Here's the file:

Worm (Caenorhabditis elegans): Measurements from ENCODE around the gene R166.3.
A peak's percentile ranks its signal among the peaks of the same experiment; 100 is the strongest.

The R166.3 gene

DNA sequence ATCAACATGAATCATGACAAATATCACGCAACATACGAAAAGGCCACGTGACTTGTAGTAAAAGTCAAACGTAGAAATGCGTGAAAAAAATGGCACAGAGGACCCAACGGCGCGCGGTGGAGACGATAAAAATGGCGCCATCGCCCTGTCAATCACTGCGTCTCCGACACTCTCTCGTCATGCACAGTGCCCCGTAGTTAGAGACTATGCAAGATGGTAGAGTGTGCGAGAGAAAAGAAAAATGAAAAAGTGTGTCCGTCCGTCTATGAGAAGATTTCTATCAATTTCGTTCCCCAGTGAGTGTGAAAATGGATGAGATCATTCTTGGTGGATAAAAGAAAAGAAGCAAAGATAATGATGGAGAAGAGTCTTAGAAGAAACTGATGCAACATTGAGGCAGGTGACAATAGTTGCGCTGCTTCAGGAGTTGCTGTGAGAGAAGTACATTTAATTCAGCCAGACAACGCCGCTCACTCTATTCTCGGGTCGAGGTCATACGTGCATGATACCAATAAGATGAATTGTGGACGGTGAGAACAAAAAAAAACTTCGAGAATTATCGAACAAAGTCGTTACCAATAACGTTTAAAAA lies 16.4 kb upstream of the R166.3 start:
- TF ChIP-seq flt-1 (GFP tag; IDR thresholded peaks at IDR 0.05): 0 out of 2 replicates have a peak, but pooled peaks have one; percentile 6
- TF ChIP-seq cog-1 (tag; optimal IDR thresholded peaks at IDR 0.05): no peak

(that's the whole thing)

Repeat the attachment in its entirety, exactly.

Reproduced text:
Worm (Caenorhabditis elegans): Measurements from ENCODE around the gene R166.3.
A peak's percentile ranks its signal among the peaks of the same experiment; 100 is the strongest.

The R166.3 gene

DNA sequence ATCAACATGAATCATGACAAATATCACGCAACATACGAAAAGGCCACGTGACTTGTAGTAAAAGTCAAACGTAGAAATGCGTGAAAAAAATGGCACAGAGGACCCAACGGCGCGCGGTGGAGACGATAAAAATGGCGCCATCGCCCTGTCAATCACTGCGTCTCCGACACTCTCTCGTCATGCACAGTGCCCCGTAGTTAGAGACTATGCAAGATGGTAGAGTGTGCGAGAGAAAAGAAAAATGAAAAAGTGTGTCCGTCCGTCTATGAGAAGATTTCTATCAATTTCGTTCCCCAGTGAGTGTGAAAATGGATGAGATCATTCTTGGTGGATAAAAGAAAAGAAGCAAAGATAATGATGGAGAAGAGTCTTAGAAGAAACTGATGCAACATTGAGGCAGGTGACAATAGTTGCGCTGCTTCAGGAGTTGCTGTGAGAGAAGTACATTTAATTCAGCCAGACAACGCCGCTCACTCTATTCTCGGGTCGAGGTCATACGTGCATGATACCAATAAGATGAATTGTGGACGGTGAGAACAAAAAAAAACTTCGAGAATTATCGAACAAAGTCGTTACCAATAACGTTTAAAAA lies 16.4 kb upstream of the R166.3 start:
- TF ChIP-seq flt-1 (GFP tag; IDR thresholded peaks at IDR 0.05): 0 out of 2 replicates have a peak, but pooled peaks have one; percentile 6
- TF ChIP-seq cog-1 (tag; optimal IDR thresholded peaks at IDR 0.05): no peak